Bundoran Farm Presents: Ask The Sabre ~ Penalty Problems?

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Mendenhall wants an aggressive and physical team. ~ Kris Wright

After a penalty-free outing versus Richmond, the Hoos have racked up 20 penalties for 193 yards. Why is this? The Sabre staff addresses this question and more as Virginia gears up to take on Central Michigan.

It’s time to dive into TheSabre.com’s weekly football feature called “Ask The Sabre” where our staff responds to fan questions. This feature is brought to you by our newest sponsor Bundoran Farm, where you can Create Your Virginia Legacy.

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To see the “Ask The Sabre” articles in the archives, just click here.

Lot of talk about excessive BYU penalties right after Coach Mendenhall was hired, and a quarter of the way through the season it seems that UVA is trending that way as well. Do you think this is a byproduct of players still learning the system, or teaching more aggressive play? Or maybe a bit of both? ~ ScarletandGray Wahoo

Sabre Editor Kris Wright: I think it is mostly a product of teaching more aggressive play. A late hit that is obviously out of bounds is a problem, but if the runner waits to the last second and darts out as you start your motion as a defender? To me that’s OK. It happens. A couple of calls at UConn were facemask penalties as part of the tackle or defense. That’s probably bad luck and maybe a little bit of bad technique. I don’t think anyone is being taught to grab a facemask obviously. Long story short: I think the players are being asked to push their effort and aggressiveness so there’s going to be errors there sometimes. Anything after the whistle like pushing or shoving goes beyond aggressive and into chippy or dirty play. I hope the program steers clear of that personally.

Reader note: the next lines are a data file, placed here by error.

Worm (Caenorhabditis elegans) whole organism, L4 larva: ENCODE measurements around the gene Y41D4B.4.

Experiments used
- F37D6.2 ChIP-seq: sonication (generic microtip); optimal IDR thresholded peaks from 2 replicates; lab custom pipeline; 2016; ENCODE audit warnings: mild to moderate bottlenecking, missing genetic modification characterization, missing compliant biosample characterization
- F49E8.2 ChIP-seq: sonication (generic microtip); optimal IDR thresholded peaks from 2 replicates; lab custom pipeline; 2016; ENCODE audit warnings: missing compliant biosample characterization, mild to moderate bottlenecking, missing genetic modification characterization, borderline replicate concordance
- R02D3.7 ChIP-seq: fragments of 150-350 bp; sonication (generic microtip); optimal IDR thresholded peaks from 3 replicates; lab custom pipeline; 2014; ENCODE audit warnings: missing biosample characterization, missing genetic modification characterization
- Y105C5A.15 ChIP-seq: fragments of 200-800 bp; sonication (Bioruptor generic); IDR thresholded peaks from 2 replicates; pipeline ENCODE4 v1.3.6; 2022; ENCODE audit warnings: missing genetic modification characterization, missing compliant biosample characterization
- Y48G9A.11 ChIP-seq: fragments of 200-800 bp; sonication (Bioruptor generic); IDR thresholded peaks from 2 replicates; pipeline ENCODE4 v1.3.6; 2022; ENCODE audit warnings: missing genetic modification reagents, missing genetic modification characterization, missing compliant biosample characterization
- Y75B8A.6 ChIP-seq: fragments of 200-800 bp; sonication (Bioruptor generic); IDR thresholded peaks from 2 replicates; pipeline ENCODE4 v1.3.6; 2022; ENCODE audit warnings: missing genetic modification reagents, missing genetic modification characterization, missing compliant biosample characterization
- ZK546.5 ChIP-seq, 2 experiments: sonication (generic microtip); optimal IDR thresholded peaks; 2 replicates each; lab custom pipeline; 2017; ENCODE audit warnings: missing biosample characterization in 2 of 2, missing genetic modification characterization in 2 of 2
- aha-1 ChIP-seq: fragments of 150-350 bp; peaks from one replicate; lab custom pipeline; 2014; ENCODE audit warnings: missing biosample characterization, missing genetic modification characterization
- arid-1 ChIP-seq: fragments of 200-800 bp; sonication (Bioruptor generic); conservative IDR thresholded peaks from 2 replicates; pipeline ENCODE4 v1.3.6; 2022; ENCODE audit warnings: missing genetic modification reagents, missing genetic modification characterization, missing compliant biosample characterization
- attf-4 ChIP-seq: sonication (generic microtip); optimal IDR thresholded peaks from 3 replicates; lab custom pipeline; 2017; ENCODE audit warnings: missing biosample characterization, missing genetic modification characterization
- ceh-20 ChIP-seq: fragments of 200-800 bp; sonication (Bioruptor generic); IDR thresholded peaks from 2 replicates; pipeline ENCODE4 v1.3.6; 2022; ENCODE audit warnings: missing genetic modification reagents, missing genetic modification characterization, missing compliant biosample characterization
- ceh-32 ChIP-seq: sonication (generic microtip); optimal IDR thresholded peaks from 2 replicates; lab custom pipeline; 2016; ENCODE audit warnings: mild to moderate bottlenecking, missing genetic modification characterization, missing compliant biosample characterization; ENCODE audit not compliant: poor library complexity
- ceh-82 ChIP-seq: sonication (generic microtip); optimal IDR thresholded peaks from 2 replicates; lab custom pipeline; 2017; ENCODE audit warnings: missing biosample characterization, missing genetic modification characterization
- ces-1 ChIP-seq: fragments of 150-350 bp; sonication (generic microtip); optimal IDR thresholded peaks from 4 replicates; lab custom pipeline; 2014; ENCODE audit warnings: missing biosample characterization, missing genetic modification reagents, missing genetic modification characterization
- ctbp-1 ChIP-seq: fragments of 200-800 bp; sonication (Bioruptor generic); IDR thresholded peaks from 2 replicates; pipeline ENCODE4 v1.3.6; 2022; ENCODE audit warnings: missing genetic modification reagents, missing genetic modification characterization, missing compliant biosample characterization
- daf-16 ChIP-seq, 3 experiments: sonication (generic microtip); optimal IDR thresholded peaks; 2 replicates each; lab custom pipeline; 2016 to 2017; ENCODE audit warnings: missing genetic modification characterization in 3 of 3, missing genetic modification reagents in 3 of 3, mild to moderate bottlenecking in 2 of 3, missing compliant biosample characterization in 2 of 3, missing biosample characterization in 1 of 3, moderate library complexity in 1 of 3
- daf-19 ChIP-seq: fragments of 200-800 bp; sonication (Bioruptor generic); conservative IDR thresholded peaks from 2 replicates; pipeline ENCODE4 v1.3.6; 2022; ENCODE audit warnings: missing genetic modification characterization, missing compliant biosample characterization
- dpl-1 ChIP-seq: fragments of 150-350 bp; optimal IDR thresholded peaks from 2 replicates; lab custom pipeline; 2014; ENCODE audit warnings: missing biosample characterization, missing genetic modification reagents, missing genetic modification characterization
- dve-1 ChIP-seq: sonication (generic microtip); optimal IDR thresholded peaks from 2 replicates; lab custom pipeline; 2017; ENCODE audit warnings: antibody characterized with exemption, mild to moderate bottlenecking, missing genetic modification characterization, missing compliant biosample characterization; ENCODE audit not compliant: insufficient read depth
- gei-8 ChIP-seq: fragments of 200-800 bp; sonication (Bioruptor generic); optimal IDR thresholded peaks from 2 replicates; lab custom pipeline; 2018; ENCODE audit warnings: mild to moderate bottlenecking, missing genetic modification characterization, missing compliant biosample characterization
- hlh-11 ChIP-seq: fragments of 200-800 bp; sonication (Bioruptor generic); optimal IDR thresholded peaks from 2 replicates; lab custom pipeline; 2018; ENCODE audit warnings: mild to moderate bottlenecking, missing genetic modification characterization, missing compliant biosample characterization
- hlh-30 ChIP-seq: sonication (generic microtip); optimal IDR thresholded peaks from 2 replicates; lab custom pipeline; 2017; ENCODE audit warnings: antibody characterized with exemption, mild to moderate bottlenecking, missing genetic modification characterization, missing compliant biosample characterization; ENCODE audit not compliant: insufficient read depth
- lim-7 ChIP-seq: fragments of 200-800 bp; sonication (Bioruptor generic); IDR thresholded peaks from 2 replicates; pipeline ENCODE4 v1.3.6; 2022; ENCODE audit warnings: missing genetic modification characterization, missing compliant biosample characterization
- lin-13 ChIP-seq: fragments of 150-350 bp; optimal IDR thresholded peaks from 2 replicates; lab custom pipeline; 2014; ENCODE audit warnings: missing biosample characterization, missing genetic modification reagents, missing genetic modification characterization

Sabre Associate Editor Chris Horne: Virginia looked really, really tentative against Richmond, and Mendenhall has tried to rectify the problem in the ensuing weeks, simplifying roles and teaching more aggressive play. He addressed the penalty situation further in this week’s press conference.

“Certainly, those penalties would be a direct reflection of how I’ve coached them,” Mendenhall said. “So most likely time now to encourage the type of penalties, whether it’s a selfish penalty or a penalty of aggression, going to make a play, what I will say is the majority of penalties I saw in that game, they were very aggressive and within the context of how they’ve been coached. There were few – I could think of two – that I was not happy with.”

You don’t want another Richmond performance. You don’t want to be the complete opposite of that and become a reckless and dirty team, either. In the middle lies the balance of aggressiveness, physicality, and execution Mendenhall is looking for. As the team grows and figures out that balance, I think Mendenhall would rather be overaggressive than tentative, which is why he seems okay with the past few weeks of penalties.

Has the message changed from training camp to now to keep the players upbeat and focused for the long haul of a season? ~ OURulesU